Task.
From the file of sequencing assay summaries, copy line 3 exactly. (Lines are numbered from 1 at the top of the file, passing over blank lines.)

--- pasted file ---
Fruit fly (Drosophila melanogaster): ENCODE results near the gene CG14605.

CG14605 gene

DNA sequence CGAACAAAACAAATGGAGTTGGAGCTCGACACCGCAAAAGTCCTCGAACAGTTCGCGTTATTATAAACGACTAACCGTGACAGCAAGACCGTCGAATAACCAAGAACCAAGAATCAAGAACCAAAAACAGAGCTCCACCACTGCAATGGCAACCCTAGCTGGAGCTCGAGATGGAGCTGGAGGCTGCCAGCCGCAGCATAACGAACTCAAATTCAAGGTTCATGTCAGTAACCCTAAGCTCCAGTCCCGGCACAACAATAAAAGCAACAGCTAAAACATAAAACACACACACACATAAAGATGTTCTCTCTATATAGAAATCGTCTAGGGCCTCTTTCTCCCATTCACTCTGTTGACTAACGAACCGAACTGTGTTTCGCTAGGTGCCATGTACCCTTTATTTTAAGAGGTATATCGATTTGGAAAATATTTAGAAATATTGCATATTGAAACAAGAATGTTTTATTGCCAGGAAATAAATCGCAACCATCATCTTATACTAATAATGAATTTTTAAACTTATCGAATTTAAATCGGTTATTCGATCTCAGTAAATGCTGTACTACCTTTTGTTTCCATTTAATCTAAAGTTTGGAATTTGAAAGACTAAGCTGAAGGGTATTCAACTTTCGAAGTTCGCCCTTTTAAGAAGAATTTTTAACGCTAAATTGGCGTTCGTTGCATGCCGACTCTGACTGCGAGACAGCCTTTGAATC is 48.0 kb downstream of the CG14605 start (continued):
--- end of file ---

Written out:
DNA sequence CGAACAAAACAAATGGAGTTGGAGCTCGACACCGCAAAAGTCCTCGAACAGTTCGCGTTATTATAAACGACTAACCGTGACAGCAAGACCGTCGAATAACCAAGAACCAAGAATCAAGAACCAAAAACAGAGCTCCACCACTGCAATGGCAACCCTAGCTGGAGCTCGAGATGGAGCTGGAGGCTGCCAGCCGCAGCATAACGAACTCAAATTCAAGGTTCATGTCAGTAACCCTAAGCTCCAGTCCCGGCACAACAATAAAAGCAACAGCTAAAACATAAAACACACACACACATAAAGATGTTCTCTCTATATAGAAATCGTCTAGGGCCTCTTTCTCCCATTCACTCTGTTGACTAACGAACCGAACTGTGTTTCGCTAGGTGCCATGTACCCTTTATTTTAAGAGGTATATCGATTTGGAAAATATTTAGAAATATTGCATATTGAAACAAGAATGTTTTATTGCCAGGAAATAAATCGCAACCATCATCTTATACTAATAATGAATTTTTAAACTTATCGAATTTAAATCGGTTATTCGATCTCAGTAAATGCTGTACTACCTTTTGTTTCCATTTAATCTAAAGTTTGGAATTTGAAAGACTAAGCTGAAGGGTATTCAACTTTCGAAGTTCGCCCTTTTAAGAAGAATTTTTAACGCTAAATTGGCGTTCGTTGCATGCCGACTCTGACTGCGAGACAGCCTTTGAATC is 48.0 kb downstream of the CG14605 start (continued):